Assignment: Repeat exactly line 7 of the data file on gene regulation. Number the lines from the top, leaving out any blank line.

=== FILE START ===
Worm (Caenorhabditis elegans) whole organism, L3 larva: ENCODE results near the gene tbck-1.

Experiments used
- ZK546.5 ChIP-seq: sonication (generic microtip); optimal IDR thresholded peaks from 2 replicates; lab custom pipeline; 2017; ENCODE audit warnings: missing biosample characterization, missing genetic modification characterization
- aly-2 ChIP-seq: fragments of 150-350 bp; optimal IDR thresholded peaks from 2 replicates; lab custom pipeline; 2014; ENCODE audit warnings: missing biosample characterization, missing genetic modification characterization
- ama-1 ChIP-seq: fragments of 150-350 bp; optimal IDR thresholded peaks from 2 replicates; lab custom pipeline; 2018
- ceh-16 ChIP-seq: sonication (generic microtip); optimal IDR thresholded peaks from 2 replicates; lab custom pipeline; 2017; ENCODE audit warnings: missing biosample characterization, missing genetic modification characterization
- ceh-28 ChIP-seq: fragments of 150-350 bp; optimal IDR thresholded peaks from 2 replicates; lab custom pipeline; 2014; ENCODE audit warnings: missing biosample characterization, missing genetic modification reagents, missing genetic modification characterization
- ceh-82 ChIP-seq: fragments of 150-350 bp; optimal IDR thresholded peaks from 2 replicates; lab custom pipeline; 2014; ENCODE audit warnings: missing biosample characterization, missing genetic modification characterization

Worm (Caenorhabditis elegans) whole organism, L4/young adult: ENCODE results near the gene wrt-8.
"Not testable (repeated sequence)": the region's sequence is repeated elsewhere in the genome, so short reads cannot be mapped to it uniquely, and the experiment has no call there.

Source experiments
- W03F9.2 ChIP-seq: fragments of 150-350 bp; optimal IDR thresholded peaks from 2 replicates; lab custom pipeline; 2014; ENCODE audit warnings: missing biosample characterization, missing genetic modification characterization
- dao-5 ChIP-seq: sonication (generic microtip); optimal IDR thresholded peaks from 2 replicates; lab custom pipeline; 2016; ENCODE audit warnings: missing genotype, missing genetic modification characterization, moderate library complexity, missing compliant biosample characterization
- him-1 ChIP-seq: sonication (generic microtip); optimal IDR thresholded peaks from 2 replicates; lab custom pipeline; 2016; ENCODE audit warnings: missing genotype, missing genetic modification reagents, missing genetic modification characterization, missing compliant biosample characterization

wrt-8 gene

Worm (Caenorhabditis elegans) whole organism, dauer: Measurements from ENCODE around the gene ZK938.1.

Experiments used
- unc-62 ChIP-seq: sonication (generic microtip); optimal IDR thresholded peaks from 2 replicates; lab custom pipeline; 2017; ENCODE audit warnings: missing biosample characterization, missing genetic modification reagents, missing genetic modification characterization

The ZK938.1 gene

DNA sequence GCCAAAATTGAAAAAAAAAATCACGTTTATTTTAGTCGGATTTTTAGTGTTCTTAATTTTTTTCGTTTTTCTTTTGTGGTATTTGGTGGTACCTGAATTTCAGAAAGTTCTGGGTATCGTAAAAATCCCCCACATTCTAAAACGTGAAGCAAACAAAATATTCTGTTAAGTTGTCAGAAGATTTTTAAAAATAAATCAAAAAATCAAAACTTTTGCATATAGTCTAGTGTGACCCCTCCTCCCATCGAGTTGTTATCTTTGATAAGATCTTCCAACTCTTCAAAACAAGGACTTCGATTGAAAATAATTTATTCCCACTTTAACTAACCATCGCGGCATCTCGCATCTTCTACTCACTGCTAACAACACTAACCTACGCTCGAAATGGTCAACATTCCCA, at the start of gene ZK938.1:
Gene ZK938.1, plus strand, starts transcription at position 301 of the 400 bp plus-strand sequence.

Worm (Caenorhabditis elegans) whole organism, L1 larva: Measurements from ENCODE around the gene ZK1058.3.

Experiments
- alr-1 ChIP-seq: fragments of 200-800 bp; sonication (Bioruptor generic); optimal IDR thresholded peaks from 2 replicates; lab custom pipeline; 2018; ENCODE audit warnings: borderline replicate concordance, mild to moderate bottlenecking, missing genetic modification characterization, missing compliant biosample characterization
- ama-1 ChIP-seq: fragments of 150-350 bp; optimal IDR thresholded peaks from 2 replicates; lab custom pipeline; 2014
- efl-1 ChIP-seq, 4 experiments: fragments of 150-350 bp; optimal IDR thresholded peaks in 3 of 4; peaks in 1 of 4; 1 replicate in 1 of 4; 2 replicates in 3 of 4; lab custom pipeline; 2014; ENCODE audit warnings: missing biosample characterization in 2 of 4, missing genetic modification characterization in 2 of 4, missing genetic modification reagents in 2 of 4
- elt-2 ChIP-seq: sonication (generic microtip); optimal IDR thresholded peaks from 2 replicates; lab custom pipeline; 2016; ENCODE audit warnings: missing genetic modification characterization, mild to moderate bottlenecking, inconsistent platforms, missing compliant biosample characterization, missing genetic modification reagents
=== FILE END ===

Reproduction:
- ceh-28 ChIP-seq: fragments of 150-350 bp; optimal IDR thresholded peaks from 2 replicates; lab custom pipeline; 2014; ENCODE audit warnings: missing biosample characterization, missing genetic modification reagents, missing genetic modification characterization